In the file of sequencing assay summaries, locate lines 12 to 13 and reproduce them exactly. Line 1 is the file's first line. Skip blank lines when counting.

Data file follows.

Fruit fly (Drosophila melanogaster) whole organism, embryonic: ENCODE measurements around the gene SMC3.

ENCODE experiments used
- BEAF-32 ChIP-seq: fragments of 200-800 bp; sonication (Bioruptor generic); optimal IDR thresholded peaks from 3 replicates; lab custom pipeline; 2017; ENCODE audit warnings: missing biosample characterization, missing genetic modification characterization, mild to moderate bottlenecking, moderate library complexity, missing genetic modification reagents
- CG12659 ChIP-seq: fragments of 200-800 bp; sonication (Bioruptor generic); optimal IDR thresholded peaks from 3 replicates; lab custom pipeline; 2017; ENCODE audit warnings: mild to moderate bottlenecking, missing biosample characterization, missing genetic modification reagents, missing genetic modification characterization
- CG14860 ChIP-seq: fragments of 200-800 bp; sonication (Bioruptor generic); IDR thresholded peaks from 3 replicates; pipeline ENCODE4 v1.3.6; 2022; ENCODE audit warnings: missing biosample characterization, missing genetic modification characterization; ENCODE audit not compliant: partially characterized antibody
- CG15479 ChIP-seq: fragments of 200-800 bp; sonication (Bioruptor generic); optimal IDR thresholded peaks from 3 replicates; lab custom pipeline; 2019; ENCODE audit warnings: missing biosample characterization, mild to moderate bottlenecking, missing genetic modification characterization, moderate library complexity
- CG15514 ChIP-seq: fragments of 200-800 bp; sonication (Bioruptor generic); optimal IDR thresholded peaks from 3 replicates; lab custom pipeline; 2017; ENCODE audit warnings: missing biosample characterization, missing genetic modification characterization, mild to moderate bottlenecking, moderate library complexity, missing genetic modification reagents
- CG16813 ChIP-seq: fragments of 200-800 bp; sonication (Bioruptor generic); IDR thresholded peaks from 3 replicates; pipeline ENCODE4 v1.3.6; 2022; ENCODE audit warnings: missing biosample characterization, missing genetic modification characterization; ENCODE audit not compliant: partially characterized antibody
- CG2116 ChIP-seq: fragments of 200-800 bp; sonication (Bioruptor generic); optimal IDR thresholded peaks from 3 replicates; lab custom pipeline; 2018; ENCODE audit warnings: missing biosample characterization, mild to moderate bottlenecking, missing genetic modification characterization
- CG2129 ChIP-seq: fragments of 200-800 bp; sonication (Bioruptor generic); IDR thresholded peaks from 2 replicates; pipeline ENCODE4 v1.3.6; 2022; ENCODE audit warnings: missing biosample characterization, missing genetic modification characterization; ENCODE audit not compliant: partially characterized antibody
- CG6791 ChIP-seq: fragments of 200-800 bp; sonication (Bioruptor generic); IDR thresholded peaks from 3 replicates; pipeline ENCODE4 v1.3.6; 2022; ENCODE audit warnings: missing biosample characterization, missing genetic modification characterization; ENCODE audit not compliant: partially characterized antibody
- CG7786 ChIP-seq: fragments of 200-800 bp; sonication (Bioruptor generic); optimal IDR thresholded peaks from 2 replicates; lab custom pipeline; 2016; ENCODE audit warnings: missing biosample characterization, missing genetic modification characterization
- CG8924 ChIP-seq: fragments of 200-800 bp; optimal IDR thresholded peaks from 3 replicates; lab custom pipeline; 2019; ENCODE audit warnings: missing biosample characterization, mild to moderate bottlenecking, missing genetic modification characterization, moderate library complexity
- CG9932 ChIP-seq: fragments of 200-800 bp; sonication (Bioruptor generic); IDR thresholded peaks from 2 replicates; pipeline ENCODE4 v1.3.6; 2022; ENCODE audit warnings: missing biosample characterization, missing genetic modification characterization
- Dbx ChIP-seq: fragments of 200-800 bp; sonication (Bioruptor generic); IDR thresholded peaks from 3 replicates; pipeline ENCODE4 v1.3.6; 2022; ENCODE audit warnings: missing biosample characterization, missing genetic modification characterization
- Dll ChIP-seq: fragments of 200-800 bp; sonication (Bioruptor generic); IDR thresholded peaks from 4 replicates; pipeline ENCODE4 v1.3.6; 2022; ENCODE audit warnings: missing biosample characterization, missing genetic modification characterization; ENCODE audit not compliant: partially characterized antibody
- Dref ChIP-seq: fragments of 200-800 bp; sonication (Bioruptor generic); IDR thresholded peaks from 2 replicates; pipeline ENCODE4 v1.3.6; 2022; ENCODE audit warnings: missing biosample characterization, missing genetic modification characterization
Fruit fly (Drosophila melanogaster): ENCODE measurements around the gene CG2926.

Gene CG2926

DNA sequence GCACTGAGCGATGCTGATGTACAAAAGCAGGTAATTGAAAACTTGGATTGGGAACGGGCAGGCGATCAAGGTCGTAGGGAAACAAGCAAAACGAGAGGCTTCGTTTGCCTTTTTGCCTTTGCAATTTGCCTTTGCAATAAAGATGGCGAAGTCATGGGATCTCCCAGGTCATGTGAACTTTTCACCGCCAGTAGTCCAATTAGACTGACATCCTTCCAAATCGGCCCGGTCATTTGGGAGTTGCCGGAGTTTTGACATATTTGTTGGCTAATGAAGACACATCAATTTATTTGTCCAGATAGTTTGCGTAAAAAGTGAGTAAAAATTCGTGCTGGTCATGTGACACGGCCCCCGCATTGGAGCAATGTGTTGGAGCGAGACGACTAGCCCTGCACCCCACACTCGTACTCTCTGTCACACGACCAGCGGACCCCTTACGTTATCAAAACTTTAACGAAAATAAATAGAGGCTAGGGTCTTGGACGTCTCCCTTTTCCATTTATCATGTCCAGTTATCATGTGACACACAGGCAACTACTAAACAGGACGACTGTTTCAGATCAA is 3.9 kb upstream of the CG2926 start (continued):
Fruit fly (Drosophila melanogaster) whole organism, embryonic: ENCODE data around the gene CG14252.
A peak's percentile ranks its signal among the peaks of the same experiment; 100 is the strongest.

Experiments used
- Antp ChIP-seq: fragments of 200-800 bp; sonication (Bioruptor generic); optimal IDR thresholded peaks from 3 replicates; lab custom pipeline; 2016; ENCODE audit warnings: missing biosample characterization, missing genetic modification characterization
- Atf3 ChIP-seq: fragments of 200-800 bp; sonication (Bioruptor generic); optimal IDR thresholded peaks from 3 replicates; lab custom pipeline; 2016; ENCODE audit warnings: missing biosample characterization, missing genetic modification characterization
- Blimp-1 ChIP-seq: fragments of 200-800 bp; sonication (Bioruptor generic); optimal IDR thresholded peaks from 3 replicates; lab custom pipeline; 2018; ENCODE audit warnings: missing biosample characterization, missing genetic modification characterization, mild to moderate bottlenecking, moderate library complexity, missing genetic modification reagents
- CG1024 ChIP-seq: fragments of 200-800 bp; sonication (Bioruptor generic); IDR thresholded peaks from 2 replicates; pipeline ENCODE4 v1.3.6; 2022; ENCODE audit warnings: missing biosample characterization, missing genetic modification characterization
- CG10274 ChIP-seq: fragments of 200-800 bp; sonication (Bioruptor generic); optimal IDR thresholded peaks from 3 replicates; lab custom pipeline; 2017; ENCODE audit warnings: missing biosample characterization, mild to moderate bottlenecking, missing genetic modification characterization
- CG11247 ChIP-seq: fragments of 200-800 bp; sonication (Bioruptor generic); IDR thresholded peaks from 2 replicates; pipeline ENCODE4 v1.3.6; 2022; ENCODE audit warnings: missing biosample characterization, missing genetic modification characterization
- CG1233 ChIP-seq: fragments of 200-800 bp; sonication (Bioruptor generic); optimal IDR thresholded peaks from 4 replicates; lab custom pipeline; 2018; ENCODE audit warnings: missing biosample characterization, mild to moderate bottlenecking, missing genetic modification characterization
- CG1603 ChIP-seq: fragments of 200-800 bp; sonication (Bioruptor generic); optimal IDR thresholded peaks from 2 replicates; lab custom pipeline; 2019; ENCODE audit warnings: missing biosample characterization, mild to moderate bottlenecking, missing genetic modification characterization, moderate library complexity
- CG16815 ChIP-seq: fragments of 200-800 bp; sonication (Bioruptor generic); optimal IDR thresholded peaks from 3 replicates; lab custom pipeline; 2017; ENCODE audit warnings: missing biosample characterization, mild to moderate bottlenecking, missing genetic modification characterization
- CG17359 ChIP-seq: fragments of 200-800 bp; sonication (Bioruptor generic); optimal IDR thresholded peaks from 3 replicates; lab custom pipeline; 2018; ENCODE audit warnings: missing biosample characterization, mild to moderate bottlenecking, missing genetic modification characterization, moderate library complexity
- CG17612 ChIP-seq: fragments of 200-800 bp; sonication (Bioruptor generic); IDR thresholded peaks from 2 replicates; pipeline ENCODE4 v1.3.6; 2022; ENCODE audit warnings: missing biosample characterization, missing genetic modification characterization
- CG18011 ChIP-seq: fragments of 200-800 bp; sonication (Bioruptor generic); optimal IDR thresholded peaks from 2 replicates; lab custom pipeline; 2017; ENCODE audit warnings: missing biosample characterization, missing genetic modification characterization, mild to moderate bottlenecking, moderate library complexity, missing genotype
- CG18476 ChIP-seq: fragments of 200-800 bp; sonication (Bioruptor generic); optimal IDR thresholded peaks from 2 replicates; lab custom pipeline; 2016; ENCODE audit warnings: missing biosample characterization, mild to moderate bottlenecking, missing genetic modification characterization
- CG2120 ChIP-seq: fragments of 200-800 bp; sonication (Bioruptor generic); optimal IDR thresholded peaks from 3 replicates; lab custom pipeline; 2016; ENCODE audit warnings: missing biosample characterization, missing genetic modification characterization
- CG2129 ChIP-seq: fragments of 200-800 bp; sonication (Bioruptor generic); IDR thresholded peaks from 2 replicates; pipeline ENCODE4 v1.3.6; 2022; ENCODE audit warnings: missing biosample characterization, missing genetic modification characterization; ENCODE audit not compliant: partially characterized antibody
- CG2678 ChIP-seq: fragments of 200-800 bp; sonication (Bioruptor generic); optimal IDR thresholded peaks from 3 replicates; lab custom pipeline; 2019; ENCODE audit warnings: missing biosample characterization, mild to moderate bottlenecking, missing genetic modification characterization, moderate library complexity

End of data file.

- CG7786 ChIP-seq: fragments of 200-800 bp; sonication (Bioruptor generic); optimal IDR thresholded peaks from 2 replicates; lab custom pipeline; 2016; ENCODE audit warnings: missing biosample characterization, missing genetic modification characterization
- CG8924 ChIP-seq: fragments of 200-800 bp; optimal IDR thresholded peaks from 3 replicates; lab custom pipeline; 2019; ENCODE audit warnings: missing biosample characterization, mild to moderate bottlenecking, missing genetic modification characterization, moderate library complexity